The trial of a Lebanese man accused in the 1985 TWA jet hijacking in which a U.S. Navy diver was killed opened Tuesday in a $6.6 million high-security courtroom and is expected to last a year.
U.S. officials will closely follow the trial of Mohammad Ali Hamadi, suspected of helping to stage the June 14, 1985, hijacking of TWA Flight 847 carrying 153 passengers and crew, mostly Americans, from Athens to Rome. The hijacking, lasting 17 days, is the longest on record.The trial opened 15 minutes late at 9:30 a.m. in a specially built courtroom on the grounds of Frankfurt's Preungesheim prison.
Proceedings immediately bogged down in a dispute over the Arab interpreter, who the defendant claimed was biased. Judge Heiner Mueckenberger said the interpreter, Egyptian national Fayek Riad, would remain on the job.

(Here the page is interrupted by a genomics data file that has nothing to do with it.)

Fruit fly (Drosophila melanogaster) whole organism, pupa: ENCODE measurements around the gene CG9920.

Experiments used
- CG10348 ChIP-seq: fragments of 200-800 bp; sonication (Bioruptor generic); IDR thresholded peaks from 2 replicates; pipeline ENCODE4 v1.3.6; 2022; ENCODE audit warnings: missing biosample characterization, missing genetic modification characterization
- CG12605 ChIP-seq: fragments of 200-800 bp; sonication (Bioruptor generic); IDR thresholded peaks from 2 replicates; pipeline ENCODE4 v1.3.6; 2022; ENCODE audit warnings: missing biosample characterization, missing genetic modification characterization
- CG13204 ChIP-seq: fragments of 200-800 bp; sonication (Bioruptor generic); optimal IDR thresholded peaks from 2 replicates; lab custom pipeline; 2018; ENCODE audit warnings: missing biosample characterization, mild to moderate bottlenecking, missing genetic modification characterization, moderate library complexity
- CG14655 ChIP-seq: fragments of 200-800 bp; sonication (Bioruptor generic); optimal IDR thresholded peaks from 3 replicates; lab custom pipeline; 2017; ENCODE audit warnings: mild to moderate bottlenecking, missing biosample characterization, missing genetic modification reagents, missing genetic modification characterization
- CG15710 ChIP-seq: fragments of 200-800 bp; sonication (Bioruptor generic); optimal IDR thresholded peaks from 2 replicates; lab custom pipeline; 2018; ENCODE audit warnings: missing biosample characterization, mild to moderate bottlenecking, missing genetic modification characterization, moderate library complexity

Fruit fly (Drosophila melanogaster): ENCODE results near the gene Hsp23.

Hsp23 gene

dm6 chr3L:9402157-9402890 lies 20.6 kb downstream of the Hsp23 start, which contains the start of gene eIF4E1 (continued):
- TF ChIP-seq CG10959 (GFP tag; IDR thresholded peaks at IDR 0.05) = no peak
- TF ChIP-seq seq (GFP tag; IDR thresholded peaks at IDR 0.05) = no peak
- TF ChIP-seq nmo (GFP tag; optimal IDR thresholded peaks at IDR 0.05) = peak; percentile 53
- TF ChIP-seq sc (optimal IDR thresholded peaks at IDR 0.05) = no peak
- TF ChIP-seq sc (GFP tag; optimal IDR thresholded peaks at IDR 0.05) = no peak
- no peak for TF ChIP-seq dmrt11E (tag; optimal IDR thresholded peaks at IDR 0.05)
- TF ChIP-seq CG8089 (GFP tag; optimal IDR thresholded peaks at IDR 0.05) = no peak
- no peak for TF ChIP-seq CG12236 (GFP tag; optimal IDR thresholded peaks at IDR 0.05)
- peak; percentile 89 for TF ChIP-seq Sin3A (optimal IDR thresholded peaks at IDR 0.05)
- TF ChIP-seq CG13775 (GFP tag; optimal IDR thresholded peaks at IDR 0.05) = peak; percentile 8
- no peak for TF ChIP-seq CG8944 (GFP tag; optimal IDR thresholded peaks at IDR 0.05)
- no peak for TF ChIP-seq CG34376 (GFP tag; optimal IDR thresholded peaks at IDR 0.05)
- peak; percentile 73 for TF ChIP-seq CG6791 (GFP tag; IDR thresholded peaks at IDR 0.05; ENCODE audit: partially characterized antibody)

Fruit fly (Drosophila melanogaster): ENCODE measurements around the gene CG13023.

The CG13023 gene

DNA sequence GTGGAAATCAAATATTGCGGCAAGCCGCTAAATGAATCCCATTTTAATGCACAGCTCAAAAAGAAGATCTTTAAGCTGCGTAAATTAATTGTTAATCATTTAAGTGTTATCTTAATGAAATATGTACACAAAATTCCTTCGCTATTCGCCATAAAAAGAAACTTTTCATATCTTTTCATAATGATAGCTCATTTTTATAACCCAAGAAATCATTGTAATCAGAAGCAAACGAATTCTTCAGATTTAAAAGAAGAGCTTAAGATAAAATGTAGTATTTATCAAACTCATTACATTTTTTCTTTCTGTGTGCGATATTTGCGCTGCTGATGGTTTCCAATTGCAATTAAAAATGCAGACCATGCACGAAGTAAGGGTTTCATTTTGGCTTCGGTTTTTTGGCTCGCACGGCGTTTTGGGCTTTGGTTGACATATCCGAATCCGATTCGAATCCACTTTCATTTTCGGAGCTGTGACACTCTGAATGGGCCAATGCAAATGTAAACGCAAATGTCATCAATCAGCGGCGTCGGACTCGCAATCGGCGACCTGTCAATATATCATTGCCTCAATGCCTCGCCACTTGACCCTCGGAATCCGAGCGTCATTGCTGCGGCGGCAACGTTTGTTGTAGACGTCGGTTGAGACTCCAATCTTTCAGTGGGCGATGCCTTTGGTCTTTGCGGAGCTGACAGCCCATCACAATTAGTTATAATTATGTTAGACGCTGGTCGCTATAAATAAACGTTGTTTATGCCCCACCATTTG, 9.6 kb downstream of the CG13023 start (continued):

During the morning session, the court recessed twice to settle the dispute over the interpreter. A third break was ordered to allow Hamadi, dressed in a pale green prison shirt and blue trousers, to take some aspirin after he complained of a headache.
The slain diver's parents, Richard and Patricia Stethem, sat facing Ha-madi during the stop-and-start proceedings. Their attorney said they were weary of the delays.
Bulletproof glass separates the lawyers, the five-judge panel and the defendant from the press and visitors' section in the heavily guarded courtroom. About 100 reporters were frisked twice and guards even took apart their pens before allowing them into the courtroom.
"Mohammad Hamadi has become a Shiite (oslem) folk hero, so we are alert to everything," a court spokesman said about possible attempts to free the defendant.
Officials said the initial stages of the trial will be spent establishing Hamadi's age and reading charges. The trial could take a year.